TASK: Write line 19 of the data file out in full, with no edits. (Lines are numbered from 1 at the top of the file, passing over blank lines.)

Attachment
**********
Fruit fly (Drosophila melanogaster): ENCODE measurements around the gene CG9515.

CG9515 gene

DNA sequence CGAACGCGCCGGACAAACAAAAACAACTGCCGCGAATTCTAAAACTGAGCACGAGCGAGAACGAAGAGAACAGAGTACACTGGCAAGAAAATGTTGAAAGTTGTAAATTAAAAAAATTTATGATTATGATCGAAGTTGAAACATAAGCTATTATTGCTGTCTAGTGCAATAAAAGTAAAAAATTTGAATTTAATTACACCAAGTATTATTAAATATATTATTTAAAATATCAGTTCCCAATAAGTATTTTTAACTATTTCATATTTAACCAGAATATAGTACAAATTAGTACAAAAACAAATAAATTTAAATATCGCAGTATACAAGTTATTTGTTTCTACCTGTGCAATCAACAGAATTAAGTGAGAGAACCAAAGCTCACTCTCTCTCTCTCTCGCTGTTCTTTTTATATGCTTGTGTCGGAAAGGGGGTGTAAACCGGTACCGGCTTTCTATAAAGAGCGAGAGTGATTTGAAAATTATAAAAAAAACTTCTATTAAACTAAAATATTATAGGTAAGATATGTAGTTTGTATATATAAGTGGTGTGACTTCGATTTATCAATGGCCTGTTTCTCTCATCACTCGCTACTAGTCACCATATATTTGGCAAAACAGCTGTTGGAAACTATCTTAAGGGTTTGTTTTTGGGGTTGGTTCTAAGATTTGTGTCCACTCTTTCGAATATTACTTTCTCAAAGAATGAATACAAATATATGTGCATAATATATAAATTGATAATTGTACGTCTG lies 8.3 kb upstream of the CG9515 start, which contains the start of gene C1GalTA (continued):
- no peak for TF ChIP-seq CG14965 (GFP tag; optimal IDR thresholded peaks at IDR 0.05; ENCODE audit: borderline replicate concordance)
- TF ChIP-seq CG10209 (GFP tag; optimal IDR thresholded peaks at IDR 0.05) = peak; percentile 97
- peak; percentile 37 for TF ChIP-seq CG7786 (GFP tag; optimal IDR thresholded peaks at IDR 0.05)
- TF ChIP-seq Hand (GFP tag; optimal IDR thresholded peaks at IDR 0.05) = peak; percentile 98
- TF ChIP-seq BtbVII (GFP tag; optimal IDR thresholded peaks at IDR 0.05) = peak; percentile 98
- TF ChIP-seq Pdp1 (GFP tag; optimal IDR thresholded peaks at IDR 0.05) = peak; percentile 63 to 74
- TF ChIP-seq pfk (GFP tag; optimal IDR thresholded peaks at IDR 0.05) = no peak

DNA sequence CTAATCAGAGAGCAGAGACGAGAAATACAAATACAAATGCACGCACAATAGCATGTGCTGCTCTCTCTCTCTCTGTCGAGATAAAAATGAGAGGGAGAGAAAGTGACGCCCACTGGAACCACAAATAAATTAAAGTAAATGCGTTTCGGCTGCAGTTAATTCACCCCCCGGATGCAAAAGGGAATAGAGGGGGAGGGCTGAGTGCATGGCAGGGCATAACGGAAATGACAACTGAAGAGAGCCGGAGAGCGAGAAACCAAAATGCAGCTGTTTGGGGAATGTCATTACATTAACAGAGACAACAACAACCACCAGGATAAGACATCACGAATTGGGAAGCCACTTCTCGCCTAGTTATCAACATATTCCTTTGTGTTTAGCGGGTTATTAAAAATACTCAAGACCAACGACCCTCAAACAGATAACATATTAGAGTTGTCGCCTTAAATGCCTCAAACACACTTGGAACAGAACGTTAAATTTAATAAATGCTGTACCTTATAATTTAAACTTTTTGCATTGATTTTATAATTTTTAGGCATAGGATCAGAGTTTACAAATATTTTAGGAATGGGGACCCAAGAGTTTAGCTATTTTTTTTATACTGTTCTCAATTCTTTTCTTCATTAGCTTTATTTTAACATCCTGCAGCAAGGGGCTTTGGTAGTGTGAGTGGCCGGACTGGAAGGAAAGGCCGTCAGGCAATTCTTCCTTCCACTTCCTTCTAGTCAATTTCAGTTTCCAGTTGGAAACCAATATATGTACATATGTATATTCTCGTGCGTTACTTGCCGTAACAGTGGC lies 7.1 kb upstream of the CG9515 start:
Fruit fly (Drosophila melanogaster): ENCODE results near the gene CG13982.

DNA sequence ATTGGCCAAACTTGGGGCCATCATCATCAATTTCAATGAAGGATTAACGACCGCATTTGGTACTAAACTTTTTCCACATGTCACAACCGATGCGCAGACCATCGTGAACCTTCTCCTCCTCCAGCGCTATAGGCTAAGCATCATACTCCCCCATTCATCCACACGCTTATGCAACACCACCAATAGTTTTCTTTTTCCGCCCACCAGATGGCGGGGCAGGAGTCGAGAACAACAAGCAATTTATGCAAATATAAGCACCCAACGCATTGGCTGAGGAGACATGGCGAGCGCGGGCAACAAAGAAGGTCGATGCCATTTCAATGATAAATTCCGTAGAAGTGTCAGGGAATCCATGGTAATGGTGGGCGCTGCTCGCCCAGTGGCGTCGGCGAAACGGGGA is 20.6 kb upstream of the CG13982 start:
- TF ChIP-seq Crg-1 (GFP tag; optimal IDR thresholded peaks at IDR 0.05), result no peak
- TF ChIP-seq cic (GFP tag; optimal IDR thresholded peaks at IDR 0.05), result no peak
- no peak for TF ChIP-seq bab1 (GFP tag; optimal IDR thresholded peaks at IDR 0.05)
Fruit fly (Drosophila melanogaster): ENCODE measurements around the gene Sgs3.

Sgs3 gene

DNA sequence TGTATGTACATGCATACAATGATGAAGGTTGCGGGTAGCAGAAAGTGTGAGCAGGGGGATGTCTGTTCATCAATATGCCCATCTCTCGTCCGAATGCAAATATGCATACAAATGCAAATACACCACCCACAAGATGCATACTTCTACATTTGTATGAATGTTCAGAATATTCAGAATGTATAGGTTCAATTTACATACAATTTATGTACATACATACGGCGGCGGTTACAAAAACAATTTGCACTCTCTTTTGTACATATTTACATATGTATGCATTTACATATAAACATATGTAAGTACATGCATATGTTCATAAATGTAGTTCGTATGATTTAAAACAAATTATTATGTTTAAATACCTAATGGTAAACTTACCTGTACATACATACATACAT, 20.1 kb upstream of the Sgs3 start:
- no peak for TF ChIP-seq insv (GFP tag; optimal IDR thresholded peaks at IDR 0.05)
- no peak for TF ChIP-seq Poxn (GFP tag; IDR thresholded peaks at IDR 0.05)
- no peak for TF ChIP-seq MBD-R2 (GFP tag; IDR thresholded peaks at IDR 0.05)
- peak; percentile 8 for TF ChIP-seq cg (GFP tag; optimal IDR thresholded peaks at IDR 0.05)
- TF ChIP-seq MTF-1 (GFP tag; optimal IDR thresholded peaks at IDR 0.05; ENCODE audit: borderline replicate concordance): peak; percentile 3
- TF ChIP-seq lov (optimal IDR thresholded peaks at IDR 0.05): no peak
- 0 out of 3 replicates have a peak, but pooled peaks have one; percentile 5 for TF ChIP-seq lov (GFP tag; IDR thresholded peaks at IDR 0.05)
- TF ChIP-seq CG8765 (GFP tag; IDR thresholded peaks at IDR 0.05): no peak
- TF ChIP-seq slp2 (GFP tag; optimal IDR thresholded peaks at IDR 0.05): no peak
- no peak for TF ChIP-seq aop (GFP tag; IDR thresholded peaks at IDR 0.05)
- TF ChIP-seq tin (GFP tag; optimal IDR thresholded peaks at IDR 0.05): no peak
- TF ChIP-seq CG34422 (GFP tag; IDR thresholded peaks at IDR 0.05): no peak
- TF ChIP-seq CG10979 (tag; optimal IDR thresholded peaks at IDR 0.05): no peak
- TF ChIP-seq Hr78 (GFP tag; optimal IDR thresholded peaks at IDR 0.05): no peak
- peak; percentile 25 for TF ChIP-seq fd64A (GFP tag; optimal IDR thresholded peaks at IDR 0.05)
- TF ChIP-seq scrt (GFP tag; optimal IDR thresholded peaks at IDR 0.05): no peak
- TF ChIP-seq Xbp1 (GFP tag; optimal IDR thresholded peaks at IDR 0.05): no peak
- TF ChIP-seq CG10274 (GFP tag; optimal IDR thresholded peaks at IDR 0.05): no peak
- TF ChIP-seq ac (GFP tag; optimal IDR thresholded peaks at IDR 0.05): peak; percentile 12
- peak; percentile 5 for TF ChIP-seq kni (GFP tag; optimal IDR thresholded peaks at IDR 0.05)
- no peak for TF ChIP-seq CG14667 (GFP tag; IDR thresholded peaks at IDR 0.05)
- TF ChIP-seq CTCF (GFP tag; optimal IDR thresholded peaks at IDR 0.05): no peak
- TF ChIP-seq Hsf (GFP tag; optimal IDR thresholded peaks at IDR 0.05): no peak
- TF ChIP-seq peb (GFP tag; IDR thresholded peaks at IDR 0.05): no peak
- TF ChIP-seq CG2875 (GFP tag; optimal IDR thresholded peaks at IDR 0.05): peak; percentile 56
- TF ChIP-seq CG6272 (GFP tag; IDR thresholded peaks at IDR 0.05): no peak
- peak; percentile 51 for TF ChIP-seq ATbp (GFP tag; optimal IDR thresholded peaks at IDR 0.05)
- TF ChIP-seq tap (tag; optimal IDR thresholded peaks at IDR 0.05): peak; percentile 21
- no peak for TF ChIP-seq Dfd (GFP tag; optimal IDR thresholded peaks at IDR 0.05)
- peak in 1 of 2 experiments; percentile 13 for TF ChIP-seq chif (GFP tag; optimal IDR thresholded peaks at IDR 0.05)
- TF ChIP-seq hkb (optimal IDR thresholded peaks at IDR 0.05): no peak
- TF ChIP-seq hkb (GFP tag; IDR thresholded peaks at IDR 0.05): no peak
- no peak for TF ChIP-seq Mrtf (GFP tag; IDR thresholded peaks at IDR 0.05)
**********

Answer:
DNA sequence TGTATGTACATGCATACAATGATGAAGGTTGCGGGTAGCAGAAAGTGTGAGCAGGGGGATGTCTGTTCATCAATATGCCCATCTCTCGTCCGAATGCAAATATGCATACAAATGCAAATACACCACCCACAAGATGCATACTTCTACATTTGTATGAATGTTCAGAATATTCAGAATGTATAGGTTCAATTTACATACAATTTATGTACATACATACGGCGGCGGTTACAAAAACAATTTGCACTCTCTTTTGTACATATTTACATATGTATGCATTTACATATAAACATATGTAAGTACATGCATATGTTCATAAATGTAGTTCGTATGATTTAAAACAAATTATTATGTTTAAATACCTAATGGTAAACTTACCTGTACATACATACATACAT, 20.1 kb upstream of the Sgs3 start: